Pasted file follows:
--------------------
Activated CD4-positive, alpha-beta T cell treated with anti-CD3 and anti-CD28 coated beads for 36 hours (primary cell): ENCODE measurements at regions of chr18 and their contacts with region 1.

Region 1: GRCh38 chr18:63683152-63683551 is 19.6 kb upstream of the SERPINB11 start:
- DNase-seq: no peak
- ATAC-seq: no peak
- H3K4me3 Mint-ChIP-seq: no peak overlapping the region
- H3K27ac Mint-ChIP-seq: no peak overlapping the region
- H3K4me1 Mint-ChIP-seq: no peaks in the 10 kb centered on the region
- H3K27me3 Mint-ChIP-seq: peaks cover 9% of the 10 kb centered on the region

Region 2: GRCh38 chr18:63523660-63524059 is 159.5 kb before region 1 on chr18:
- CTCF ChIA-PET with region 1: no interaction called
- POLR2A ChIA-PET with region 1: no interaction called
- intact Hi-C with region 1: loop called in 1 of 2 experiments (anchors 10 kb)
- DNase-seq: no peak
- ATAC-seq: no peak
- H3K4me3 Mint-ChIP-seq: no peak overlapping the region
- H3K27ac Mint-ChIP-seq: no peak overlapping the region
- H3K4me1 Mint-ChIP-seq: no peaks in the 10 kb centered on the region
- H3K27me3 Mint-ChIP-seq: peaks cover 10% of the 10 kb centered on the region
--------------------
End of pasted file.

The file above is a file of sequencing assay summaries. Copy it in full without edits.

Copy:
Activated CD4-positive, alpha-beta T cell treated with anti-CD3 and anti-CD28 coated beads for 36 hours (primary cell): ENCODE measurements at regions of chr18 and their contacts with region 1.

Region 1: GRCh38 chr18:63683152-63683551 is 19.6 kb upstream of the SERPINB11 start:
- DNase-seq: no peak
- ATAC-seq: no peak
- H3K4me3 Mint-ChIP-seq: no peak overlapping the region
- H3K27ac Mint-ChIP-seq: no peak overlapping the region
- H3K4me1 Mint-ChIP-seq: no peaks in the 10 kb centered on the region
- H3K27me3 Mint-ChIP-seq: peaks cover 9% of the 10 kb centered on the region

Region 2: GRCh38 chr18:63523660-63524059 is 159.5 kb before region 1 on chr18:
- CTCF ChIA-PET with region 1: no interaction called
- POLR2A ChIA-PET with region 1: no interaction called
- intact Hi-C with region 1: loop called in 1 of 2 experiments (anchors 10 kb)
- DNase-seq: no peak
- ATAC-seq: no peak
- H3K4me3 Mint-ChIP-seq: no peak overlapping the region
- H3K27ac Mint-ChIP-seq: no peak overlapping the region
- H3K4me1 Mint-ChIP-seq: no peaks in the 10 kb centered on the region
- H3K27me3 Mint-ChIP-seq: peaks cover 10% of the 10 kb centered on the region